Stellars Jay ( Cyanocitta stelleri )

The Stellars Jay ( Cyanocitta stelleri ) is a common character found in the forests of the western half of the United States. The bird is an opportunistic omnivore and closely related to the Blue Jay. The Stellars Jay has a black crested head and a vibrant blue body which is commonly about between eleven and twelve inches long. This bird has a lot of variations depending on location.

Stellar's Jay ( Cyanocitta stelleri ) stealing peanuts in Big Bear, California
A Stellar’s Jay ( Cyanocitta stelleri ) stealing peanuts in Big Bear, California

The Stellars Jay is commonly, mistakenly, called a “Blue Jay” in the Pacific Northwest. The Stellar, however, is a distinct species from the Blue Jay ( Cyanocitta cristata ). The major differentiating characteristic is the Blue Jay does not have a crest.

Steller's Jay (Cyanocitta stelleri), version 2.0. In The Birds of North America (P. G. Rodewald, Editor). Cornell Lab of Ornithology, Ithaca, NY, USA.
Steller’s Jay (Cyanocitta stelleri), version 2.0. In The Birds of North America (P. G. Rodewald, Editor). Cornell Lab of Ornithology, Ithaca, NY, USA.

This bird commonly feeds upon seeds, nuts and acorns. Speaking from first hand information, they also love unsalted peanuts. The will also eat insects and other small invertebrates, including mammals. They are also known to raid other birds nests and can be very aggressive with other birds.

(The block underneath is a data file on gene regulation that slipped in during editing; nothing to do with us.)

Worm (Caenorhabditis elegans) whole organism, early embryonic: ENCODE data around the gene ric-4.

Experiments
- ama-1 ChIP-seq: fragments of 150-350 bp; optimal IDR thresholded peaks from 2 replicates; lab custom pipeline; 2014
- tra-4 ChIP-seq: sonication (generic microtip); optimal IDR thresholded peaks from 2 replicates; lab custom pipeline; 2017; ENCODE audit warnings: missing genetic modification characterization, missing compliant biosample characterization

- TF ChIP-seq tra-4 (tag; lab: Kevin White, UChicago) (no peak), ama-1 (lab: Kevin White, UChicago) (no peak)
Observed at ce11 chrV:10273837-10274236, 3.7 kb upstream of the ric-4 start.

Stellars Jay breed in monogamous pairs and a clutch of eggs is typically 3 – 5 in number. Both parents are active is feeding the young.

Distribution

The Stellar’s Jay is a common bird located primarily in pine-oak woodlands and coniferous forests. The dark blue and black coloring of the species helps aid in camouflage in the shadows of the forest.

The species is fairly bold and aggressive in its behavior and it is quite common to encounter them around campgrounds and picnic areas.

This animal is found across most of the western states. The bird is known to cross breed with the Blue Jay when their ranges overlap.

The range of this bird is as far north as Alaska and to the south in Nicaragua. The Eastern boundary in the United States for this bird is Colorado and New Mexico.

Classification

KingdomAnimalia
PhylumChordata
ClassAves
OrderPasseriformes
FamilyCorvidae
GenusCyanocitta
Speciescristata

References

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